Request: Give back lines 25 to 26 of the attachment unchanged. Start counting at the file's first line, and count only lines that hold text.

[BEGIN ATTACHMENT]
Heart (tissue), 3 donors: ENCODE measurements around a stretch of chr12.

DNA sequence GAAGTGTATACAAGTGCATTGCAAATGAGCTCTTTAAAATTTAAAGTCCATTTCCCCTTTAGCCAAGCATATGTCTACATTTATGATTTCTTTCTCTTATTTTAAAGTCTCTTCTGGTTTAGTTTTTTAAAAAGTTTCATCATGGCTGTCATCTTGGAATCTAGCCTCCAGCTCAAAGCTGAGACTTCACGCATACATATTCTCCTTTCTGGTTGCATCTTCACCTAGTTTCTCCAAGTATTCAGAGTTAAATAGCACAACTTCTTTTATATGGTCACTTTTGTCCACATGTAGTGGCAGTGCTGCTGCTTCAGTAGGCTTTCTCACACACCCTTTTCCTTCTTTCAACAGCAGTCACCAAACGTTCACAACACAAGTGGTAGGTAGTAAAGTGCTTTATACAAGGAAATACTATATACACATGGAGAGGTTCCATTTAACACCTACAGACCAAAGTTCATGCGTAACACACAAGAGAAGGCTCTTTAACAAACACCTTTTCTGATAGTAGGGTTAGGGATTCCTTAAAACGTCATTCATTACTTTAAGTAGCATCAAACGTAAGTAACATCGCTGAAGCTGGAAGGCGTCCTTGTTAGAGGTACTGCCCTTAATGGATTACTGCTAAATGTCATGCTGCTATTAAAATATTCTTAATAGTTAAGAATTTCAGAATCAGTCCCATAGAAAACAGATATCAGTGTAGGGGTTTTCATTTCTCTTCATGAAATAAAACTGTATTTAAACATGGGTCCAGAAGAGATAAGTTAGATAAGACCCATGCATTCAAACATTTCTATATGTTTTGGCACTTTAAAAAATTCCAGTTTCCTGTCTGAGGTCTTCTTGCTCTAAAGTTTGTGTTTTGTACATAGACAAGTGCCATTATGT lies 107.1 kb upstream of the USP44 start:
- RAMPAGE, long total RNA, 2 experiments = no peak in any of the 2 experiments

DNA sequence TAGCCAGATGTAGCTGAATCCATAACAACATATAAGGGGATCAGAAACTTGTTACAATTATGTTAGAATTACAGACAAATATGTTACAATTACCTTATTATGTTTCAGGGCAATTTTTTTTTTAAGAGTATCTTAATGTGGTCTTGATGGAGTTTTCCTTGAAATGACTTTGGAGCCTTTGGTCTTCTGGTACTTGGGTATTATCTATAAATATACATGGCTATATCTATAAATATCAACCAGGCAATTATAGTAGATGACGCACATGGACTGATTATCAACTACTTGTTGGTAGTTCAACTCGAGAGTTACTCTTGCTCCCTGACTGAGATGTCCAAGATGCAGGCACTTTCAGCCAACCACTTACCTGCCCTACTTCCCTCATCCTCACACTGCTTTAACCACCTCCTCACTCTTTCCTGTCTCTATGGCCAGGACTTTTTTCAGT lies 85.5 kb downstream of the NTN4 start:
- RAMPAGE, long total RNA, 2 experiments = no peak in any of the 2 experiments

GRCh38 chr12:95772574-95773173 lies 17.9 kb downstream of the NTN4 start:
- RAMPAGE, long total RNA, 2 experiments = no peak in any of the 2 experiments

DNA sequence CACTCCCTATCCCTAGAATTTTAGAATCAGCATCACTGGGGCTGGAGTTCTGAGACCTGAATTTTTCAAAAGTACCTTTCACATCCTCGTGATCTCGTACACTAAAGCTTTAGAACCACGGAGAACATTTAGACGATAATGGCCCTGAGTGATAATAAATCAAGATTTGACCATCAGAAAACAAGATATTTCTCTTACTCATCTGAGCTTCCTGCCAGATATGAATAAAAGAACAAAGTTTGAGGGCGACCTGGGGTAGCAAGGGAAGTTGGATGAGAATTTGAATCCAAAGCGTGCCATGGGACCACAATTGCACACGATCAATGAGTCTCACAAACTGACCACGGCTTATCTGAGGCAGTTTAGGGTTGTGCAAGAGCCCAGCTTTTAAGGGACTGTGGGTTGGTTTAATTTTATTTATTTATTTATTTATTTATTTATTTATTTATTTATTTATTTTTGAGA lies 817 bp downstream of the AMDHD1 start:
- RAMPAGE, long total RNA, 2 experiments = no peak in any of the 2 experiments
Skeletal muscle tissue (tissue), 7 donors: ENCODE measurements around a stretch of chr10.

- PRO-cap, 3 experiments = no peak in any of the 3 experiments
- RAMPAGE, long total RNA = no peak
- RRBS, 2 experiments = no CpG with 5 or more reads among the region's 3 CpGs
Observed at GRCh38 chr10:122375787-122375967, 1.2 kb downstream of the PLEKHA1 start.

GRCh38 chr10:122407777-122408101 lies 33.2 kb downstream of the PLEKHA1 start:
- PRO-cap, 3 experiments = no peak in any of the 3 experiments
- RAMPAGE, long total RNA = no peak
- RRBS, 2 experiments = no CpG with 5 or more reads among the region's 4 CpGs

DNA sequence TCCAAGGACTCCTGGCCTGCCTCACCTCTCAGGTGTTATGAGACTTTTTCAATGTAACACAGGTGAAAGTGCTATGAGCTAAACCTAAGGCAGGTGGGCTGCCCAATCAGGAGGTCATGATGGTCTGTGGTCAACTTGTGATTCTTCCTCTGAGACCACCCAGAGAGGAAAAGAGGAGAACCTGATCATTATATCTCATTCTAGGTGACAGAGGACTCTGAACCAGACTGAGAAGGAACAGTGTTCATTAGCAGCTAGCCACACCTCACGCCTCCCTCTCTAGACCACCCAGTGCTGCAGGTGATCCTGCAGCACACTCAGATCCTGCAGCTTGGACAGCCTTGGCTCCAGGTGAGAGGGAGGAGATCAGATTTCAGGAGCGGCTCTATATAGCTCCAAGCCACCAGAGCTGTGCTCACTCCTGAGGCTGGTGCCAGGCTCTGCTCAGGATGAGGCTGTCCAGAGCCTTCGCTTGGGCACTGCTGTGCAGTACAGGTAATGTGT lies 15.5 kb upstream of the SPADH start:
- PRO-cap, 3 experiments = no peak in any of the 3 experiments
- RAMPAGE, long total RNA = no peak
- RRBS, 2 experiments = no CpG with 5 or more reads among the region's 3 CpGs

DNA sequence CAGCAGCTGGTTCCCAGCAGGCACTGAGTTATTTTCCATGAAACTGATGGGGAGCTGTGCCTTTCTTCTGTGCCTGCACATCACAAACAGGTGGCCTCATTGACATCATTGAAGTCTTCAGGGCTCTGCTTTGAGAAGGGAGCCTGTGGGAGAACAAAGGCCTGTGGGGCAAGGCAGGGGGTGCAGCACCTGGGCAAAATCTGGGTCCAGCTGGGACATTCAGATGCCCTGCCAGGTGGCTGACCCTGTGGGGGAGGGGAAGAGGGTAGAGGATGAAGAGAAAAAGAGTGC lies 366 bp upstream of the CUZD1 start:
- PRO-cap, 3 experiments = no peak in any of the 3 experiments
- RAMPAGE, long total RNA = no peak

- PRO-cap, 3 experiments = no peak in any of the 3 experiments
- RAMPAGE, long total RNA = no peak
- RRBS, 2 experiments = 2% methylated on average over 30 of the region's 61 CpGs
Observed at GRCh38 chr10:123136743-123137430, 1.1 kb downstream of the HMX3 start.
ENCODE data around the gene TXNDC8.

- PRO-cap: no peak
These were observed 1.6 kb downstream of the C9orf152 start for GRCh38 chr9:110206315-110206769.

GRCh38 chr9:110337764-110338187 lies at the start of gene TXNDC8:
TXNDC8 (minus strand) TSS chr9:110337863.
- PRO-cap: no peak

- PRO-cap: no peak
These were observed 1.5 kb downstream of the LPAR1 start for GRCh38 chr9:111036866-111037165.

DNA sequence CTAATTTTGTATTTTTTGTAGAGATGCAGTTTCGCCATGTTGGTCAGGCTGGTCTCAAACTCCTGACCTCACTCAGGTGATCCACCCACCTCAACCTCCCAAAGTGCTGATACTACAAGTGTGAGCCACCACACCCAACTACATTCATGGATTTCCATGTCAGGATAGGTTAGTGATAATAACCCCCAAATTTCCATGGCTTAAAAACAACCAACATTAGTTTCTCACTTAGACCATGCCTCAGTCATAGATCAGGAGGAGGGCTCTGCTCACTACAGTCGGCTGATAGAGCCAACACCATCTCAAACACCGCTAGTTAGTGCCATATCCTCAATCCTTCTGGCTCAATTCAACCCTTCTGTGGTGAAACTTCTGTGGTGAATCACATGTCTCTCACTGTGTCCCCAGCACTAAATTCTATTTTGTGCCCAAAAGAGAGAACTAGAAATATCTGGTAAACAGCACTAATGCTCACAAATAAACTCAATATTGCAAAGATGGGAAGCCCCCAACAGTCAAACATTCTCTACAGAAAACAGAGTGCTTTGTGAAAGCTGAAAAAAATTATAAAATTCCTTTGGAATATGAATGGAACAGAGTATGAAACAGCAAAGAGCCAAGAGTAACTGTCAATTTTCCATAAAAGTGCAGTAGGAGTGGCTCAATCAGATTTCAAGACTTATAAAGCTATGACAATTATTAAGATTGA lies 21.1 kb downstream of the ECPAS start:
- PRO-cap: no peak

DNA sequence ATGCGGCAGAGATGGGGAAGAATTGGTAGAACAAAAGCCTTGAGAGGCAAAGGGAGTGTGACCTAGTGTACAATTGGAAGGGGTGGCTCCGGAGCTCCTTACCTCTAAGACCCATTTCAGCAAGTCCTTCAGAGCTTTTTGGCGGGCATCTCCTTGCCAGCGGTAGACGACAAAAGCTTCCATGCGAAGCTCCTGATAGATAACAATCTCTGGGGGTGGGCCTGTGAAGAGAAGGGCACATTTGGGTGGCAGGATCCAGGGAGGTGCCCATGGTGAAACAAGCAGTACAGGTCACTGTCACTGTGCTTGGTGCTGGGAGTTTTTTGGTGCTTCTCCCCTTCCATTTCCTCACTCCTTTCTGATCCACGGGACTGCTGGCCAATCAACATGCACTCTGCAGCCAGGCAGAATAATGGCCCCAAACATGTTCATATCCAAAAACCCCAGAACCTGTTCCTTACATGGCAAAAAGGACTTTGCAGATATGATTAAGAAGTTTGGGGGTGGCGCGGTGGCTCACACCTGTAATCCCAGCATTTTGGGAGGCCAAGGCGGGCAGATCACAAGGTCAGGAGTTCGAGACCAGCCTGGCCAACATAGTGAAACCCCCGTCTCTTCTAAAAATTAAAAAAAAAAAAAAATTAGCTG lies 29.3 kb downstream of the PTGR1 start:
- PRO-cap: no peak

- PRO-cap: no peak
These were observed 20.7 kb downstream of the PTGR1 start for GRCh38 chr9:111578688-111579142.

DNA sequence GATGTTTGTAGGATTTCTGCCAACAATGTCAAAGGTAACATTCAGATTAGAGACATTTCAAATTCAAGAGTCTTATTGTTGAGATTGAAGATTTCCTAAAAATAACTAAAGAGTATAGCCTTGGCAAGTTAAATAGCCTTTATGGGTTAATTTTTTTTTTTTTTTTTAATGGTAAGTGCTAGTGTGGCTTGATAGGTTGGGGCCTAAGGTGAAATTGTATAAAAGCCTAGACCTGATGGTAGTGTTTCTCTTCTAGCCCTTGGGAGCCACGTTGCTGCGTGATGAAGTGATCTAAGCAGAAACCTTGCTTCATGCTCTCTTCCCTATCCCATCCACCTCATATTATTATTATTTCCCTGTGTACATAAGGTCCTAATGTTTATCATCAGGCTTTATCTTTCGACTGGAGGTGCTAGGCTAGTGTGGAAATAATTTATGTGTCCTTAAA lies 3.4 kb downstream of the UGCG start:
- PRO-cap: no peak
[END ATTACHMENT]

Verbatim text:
- RAMPAGE, long total RNA = no peak

- PRO-cap, 3 experiments = no peak in any of the 3 experiments